What Drives Employees to Sign on for Sustainability (2016): This exploratory study examines how sensemaking and organizational identification occur inside an organization and how they can affect how employee engagement takes place. Qualitative data suggest the effect of organizational identification on support for sustainability action and, conversely, how sustainability actions may in turn affect organizational identification. The findings from interviews of a sample of 8 companies reveal many different goals, challenges, and qualitatively different means of seeking sustainability. Analysis points toward the dynamics of cognitive and emotional processing, suggesting implications for practitioners and further research.
Fast Forward: The Future of Work (October 2014): "What was unexpected, but became clear through this research, were deep attitudinal changes occurring across geographies and generations to seek greater meaning and joy from work and the places of work. In 2030, the many places where we work and live will be diverse and entwined: humanity, creativity, culture and community will be integral"
Future of Work: 2015-2020 (Winter 2014):Rather than add to all the hyperventilating about the disruptive changes that will impact and reimagine the Future of Work... We studied what it will take to make those disruptive changes work and what matters in the future of work.
HRM's Role in Corporate and Environmental Sustainability (2012): The HR function is critical to achieving success in a sustainability-driven organization. Sustainability practice pervades every aspect of doing business and needs to be embedded across an organization at all levels, becoming an ongoing change process. Since the prime focus and skills of HR professionals include organizational process, change management and culture stewardship, they should take a leading role in developing and implementing sustainability strategy. This report aids human resource management (HRM) practitioners in understanding sustainability in an organizational context. It can be used as a guide for the HR function to support sustainable business and perform HRM sustainably.
The Business Case for Environmental and Sustainability Employee Education: (February 2010): "Environmentally educated employees can improve a business’ profitability and help it retain skilled workers, improve community relations and reach its sustainability goals"... The “business case” — that is, the quantification of opportunities and risks — for environmental and sustainability education might not yet be heavy on data. But anecdotes from around the world give clear indications that teaching employees to conserve, recycle, improve efficiency and reduce waste, among other actions, have benefits for employees, companies and communities.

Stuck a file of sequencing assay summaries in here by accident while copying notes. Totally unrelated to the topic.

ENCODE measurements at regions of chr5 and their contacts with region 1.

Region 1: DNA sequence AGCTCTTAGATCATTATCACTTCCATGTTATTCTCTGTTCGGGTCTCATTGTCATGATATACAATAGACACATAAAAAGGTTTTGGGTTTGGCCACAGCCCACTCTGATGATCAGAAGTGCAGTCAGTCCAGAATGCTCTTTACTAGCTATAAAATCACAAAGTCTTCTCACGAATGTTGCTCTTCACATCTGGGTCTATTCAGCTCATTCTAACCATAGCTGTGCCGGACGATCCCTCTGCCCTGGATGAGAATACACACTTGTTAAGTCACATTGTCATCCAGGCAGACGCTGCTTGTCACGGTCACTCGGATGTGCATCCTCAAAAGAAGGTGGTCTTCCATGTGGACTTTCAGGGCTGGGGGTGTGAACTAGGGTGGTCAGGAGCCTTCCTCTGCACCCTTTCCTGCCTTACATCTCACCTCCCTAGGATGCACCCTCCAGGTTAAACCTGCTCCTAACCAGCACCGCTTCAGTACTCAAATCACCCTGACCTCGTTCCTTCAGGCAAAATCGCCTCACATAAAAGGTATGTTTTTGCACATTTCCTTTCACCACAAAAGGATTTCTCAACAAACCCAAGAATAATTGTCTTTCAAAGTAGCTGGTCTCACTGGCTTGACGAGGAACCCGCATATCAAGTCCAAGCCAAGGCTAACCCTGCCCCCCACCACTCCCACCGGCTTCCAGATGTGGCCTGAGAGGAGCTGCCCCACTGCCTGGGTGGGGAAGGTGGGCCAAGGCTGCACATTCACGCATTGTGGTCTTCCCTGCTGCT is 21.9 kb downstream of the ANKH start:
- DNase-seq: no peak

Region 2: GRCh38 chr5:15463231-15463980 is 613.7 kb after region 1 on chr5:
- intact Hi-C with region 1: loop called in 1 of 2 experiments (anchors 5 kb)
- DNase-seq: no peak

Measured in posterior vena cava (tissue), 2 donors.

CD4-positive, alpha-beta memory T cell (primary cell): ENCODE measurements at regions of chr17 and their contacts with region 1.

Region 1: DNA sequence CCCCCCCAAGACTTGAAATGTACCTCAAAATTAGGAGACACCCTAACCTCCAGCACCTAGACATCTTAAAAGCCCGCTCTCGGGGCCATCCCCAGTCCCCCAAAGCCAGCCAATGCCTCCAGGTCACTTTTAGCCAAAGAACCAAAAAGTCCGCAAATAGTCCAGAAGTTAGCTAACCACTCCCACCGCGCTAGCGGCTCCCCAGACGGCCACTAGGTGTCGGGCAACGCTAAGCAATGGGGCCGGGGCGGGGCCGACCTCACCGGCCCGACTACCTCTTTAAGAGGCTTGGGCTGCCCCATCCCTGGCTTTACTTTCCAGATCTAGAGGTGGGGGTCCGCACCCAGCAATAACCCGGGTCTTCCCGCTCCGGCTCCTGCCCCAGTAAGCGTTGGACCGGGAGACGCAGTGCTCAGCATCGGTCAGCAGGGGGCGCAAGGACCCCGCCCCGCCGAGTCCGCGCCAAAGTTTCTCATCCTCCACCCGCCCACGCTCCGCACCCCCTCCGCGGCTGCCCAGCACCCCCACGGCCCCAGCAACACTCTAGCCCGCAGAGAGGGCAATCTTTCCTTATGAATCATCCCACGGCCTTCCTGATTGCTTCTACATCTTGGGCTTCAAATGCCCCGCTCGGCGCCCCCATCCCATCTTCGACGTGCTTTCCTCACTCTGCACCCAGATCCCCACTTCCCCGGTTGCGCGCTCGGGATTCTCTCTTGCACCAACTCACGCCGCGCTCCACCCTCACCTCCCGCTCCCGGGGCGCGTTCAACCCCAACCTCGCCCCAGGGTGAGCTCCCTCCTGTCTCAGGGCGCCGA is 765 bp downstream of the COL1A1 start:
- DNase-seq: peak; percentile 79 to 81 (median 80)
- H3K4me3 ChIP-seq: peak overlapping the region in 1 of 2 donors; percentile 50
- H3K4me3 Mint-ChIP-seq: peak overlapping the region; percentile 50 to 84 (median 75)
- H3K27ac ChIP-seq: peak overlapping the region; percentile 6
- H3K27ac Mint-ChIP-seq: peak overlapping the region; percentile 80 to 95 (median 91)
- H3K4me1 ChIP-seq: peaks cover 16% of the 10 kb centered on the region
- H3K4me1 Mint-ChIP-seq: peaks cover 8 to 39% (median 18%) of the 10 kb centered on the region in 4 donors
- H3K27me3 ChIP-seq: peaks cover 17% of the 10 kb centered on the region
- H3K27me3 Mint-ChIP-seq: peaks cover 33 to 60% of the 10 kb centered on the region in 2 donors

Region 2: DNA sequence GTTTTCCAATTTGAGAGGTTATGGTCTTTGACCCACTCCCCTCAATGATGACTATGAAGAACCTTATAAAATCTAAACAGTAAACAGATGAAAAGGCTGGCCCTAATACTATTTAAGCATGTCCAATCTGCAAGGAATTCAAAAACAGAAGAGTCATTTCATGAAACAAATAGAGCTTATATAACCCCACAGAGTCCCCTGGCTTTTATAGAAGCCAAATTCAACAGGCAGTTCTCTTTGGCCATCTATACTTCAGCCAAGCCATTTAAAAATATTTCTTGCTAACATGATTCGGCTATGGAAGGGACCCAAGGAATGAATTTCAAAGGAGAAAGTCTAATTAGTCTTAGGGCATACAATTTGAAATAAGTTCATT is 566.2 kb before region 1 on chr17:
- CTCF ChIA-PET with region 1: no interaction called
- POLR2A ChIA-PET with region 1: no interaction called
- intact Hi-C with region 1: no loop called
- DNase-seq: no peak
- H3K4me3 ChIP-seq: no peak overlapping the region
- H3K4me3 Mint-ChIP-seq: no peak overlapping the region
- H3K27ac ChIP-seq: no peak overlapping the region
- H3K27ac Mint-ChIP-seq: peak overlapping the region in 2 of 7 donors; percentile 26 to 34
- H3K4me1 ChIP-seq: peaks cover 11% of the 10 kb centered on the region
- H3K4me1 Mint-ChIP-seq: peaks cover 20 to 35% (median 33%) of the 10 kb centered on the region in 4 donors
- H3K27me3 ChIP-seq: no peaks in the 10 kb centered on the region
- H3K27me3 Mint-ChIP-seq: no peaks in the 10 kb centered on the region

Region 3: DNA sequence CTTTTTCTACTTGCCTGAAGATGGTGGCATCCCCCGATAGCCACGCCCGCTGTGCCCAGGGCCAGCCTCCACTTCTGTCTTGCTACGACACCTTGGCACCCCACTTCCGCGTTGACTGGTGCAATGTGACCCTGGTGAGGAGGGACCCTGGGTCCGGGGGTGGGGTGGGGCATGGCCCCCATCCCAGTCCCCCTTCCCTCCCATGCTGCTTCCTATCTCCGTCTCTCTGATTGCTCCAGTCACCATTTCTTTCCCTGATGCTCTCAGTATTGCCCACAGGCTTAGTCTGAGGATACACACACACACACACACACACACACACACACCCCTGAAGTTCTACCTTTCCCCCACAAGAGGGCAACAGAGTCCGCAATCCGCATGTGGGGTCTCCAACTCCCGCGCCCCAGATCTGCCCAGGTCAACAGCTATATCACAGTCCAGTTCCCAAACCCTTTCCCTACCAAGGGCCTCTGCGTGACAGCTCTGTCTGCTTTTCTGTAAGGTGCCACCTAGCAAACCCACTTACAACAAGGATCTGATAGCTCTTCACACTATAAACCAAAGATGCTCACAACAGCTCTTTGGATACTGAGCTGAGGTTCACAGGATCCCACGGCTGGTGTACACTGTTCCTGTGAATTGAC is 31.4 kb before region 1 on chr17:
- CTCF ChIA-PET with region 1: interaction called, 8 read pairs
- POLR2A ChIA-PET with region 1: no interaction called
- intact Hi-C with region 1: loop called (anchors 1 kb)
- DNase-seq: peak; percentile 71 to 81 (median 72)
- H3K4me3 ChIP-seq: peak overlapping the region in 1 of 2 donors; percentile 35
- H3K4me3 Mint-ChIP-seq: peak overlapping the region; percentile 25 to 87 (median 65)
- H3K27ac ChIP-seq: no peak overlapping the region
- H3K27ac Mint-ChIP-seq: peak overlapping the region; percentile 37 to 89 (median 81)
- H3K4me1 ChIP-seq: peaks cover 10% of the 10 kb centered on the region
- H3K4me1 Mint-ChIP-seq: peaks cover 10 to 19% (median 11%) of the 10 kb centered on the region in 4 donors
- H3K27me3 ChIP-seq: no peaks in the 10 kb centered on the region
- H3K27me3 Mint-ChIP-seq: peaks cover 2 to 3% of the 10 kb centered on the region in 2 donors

Toward Engagement 2.0 (September 2011): Companies recognize that greening their products and operations is a source of value and that all employees must be engaged in the effort to ensure its success. Since beginning this work four years ago, NEEF has observed that the practice of environmental and sustainability (E&S) employee education and engagement has spread rapidly and evolved into a more institutionalized element of companies’ broad sustainability strategies. We call this next version of employee engagement,“ Engagement 2.0.
Educating for a sustainability mindset : Organizations around the world have become increasingly concerned about managing for sustainability, yet undergraduate education about sustainability often presents the challenge of dealing with students equipped with a modest understanding of business and sustainability issues and whose awareness is sometimes politicized. Traditional-aged students are at a stage where they derive their own worldview on many subjects, including their place in a broader world. As such, equipping them to be useful professionals for the future, or even to specialize in sustainability- oriented careers, requires raising their awareness of the global situation in environmental, societal, political, and business terms. A curriculum must get them acquainted with what is needed for the world to reach a more fruitful future as well as with strategies the business sector can pursue to accomplish such an objective. More importantly, however, it should elicit a new worldview about sustainability and, even more profoundly, a deeply felt mindset embracing one’s purpose, feelings, and identity. This article thus proposes a means by which students can embody the ability and confidence to make an appreciable impact toward a sustainable planet.